Finding new ways to stretch a dollar is a common challenge for many public sector entities these days. Schools are particularly feeling the crunch, especially as the 2012-13 school year begins. A study by the Center on Budget and Policy Priorities reveals that 26 states are providing less funding per student to local school districts this year compared to one year ago.
While these funding cuts have been modest, the report points out that “in many states, they come on top of severe cuts made in previous years.”
The report also says that school funding remains well below pre-recession levels in many states and that 35 states provide less funding per student than they did five years ago. Arizona, Alabama, and Oklahoma have cut per-student spending by 20 percent or more since 2008, according to the report.
Some states, like Florida, have begun to restore school funding, but have far to go to recover past years’ cuts.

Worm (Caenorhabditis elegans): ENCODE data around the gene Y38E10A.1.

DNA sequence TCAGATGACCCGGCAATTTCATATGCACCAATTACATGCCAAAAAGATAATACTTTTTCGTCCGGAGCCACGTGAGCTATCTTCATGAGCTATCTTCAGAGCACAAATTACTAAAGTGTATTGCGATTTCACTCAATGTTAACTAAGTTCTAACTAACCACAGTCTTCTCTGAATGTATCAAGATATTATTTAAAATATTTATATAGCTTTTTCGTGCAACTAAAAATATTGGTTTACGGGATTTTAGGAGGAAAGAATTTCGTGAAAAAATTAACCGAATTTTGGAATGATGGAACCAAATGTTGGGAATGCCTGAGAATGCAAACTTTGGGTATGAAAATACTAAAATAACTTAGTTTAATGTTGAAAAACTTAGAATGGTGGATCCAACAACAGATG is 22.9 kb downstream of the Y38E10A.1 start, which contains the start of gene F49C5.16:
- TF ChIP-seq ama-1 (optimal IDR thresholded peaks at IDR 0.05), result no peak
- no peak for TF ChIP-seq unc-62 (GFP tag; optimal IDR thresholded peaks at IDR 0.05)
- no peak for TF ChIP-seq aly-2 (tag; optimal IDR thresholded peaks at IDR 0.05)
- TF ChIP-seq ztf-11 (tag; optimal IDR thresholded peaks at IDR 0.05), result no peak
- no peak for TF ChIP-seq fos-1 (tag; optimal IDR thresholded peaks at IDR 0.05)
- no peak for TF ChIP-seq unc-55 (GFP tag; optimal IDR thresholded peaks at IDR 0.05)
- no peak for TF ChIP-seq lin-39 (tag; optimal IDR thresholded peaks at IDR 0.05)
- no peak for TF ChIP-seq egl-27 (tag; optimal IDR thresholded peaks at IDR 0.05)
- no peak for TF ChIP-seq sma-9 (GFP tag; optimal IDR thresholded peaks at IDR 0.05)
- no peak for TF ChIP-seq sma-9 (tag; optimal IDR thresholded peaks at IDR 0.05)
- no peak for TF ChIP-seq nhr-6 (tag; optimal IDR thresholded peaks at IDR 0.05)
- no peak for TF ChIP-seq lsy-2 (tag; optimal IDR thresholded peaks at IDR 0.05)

The report points out that not all states have cut education funding, and, in fact, some have increased it. North Dakota has increased per-student by 28.2 percent over the past five years, leading the other states by a significant margin. North Dakota – like Alaska, Montana and Wyoming – has benefited from the oil and gas boom and, therefore, not suffered the same economic hardships as many other states that have been forced to make these tough choices. Other states were able to preserve education funding through policy decisions.
“Restoring school funding should be an urgent priority,” says the Center for Budget Priorities in its report, released on September 4, 2012. “The steep state-level K-12 spending cuts of the last several years have serious consequences for the nation.” These consequences range from the obvious impact on local school districts, to the effect on education funding formulas and overall economic recovery.
The full report is available on the Center on Budget and Policy Priorities website.